Protector MkIII colour bow closedI couldn’t use this model because it is far too complex – under the hull there’s an internal layout – and unless prepared with printing in mind you end up with gaps that basically cause the printing program to have a hissy fit.

So there we have it, interesting and kinda amazing what can be done. Oh and finally if anyone is wondering about scale it works out at about 1/666; no I did not do that on purpose.

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Ghostbusters (2016)

Somewhat belated but I haven’t done a film review in an age.

So, Ghostbusters. Not bad, reasonably good even. Made nods to the original but was still its own story with its own characters and challenges. Leslie Jones’s character seemed to me the weakest of the four, with a bit too much of the stereotypical ‘black and sassy’ and not enough blue collar local historian. Kate McKinnon didn’t get the best lines but certainly the most memorable as a full on mad scientist in the I-was-going-to-make-ghost-catching-device-but-then-got-hungry-and-ended-up-with-a-nuclear-powered-nutcracker sense. The weakest part though by far was the villain of the piece. I’d say the scriptwriters were taking a pop at the various man-babies who’ve been screaming into their keyboards ever since it was announced that the Ghostbusters re-boot was going to be ovaries heavy. Problem being he didn’t really convince as someone who could be a threat to anyone outside of twitter.

Still I went in with low, really low expectations and surprisingly came out happy.

Oh and whoever made the trailer, quit, you’re supposed to make the film look good!

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End a job, start a job

So my current WIP has been brought to the second draft and has now been unleash (inflicted?) on a small number of volunteers. I frankly wait with baited breath because for one I know there are a lot of error still in there. In my defence time travel makes tenses rather awkward (will have going to have been?) and logic can go a bit circular. So while I wait for feedback I’m moving on to a new project.

In the past I’ve always found that for me at least there are two kinds of writing. The first is starting something new, not quite a case of throwing it all on the page and seeing what sticks, but certainly starting to nail things down, taking the individual ideas, putting them all together and start to get an idea of what kind of material is needed to link them together. I’m not saying it is the bit of writing I enjoy the most but it is certainly the kind where it is the easiest the feel you’re making forward progress. The second kind is the editing process. I don’t know about other writers but my first drafts tend to be extremely rough, with ideas thrown in or abandoned. I’ve learned that when when it come to first drafts not to go back, start at the beginning and keep going forward until the end, resist the urge to tinker because then you go round in circles. So the editing tends to at least start as an exercise in pruning abandoned ideas, building foundations for developed ones and eventually becomes the final removal of errors.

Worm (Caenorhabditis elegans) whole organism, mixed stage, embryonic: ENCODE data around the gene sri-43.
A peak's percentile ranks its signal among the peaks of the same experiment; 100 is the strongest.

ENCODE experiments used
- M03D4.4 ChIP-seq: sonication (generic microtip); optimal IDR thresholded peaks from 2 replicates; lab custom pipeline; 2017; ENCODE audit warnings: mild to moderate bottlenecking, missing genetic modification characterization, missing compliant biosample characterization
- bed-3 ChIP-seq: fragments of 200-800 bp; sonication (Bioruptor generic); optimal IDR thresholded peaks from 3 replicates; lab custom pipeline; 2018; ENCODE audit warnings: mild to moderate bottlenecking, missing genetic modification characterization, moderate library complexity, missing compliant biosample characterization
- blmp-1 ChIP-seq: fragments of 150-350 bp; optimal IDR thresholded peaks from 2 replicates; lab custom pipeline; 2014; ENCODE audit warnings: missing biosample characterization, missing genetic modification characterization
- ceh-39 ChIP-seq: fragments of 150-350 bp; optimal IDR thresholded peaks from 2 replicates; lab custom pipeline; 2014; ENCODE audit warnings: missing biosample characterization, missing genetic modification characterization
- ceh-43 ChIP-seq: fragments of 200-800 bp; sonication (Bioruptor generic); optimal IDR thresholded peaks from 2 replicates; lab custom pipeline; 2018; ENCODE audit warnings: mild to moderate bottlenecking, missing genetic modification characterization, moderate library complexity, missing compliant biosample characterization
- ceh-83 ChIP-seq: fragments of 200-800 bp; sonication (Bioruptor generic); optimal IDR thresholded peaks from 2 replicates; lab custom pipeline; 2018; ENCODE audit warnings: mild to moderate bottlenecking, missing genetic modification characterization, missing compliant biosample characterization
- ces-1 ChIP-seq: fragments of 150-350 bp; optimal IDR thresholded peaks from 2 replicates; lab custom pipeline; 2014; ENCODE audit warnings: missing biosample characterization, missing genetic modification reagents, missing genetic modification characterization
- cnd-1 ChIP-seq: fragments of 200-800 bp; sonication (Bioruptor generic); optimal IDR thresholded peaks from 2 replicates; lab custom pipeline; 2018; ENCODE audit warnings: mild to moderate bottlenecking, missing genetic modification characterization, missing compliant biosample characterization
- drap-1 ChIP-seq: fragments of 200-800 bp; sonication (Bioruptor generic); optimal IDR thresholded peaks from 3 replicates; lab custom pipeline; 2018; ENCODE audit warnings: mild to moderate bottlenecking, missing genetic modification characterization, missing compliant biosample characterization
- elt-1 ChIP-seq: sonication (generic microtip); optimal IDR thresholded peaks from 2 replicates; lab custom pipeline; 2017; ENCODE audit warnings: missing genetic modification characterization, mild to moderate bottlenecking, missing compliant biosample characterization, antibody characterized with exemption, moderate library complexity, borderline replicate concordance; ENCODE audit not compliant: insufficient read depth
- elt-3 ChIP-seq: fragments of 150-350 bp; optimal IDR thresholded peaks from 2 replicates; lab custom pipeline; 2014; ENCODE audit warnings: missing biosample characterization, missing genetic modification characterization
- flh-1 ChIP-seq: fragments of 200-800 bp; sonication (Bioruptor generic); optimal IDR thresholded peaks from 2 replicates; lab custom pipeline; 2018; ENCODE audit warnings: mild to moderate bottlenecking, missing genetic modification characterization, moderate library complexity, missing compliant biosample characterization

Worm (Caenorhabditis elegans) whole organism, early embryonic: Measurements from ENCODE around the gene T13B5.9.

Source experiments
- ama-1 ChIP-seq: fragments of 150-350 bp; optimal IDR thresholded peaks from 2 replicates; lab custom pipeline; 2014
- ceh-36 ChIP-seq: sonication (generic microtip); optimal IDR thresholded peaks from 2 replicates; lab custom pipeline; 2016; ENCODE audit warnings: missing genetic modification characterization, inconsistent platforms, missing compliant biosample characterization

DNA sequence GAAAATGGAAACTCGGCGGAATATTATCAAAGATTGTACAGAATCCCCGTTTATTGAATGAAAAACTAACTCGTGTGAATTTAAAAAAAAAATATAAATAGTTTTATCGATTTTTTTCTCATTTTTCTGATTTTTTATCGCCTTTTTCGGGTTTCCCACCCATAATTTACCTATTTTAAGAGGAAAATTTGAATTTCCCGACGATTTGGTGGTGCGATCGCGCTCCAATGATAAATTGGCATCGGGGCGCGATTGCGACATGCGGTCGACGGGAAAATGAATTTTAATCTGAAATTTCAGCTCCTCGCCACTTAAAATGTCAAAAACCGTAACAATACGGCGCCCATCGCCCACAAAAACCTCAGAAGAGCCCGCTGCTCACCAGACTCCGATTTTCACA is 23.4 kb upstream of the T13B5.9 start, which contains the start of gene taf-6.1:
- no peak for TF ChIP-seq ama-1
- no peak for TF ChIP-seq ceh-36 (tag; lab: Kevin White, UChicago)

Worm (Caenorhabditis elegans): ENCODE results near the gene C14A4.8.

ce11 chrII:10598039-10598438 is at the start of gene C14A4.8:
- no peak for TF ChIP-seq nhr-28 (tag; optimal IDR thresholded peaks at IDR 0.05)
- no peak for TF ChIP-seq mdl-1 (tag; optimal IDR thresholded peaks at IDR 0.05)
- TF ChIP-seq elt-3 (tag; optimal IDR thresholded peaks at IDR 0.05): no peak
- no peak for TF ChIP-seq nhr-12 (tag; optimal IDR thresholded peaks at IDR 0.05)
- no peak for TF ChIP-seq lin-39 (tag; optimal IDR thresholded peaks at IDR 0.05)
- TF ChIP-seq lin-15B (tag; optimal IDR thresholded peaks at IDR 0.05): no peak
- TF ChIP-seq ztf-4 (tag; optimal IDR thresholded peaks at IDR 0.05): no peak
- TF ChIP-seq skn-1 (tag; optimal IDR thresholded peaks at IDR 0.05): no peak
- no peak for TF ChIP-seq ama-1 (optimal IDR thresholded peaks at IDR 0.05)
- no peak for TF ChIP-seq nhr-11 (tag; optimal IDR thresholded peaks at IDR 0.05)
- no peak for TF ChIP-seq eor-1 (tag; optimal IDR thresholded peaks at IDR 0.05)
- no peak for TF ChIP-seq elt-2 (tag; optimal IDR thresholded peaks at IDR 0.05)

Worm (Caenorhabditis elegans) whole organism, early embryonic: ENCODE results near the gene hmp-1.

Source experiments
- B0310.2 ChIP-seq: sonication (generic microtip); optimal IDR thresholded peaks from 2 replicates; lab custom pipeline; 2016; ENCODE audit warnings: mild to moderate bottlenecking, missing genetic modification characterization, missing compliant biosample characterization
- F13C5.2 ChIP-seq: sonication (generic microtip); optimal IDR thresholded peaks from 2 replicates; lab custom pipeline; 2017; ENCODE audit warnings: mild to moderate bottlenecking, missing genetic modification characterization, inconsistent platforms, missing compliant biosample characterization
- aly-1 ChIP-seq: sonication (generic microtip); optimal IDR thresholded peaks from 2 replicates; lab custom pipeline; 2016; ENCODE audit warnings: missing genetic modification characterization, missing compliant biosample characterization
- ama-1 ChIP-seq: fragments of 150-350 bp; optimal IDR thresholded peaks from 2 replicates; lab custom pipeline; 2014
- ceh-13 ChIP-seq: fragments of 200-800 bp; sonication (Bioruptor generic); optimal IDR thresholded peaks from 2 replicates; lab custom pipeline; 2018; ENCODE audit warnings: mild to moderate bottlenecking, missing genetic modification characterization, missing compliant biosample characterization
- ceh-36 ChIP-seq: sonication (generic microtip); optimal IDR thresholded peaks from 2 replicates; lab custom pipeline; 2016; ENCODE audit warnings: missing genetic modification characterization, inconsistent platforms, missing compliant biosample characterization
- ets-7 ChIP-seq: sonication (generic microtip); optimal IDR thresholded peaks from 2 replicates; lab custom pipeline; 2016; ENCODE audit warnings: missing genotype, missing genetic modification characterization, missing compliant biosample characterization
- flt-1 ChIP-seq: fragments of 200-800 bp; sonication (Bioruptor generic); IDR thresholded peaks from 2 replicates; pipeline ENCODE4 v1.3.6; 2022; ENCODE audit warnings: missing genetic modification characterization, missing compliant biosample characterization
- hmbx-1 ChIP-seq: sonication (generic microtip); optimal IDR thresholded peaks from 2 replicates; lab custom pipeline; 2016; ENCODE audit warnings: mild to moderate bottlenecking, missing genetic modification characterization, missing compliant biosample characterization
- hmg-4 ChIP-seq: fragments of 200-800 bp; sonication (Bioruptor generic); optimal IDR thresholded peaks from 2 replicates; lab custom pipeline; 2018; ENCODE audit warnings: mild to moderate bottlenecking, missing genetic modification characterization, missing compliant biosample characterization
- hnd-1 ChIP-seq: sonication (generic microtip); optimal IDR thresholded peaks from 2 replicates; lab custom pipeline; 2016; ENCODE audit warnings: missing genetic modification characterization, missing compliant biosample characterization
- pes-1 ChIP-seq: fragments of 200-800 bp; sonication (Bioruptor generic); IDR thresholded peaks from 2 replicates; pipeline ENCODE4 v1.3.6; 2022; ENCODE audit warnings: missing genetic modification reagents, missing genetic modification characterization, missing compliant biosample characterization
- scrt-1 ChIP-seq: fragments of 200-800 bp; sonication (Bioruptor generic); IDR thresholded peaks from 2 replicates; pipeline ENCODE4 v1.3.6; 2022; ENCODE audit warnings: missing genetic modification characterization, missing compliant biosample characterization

I’ve always found going from editing mode back to writing mode to be a bit of a difficult one so this time round while I’m in the lull with one project I’ve decided to start another just to see if I can keep the writing and editing mental muscles going simultaneously. So far so good but one page and five hundred words probably isn’t enough to prove anything.

So wish me luck.

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A Basic Introduction to Logistics

The Logistician

Logisticians are a sad and embittered race of men who are very much in demand in war, and who sink resentfully into obscurity in peace. They deal only in facts, but must work for men who merchant in theories. They emerge during war because war is very much a fact. They disappear in peace because peace is mostly theory. The people who merchant in theories, and who employ logisticians in war and ignore them in peace, are generals.

Generals are a happy blessed race who radiate confidence and power. They feed only on ambrosia and drink only nectar. In peace, they stride confidently and can invade a world simply by sweeping their hands grandly over a map, point their fingers decisively up train corridors, and blocking defiles and obstacles with the sides of their hands. In war, they must stride more slowly because each general has a logistician riding on his back and he knows that, at any moment, the logistician may lean forward and whisper: “No, you can’t do that.” Generals fear logisticians in war and, in peace, generals try to forget logisticians.

Romping along beside generals are strategists and tacticians. Logisticians despise strategists and tacticians. Strategists and tacticians do not know about logisticians until they grow up to be generals–which they usually do.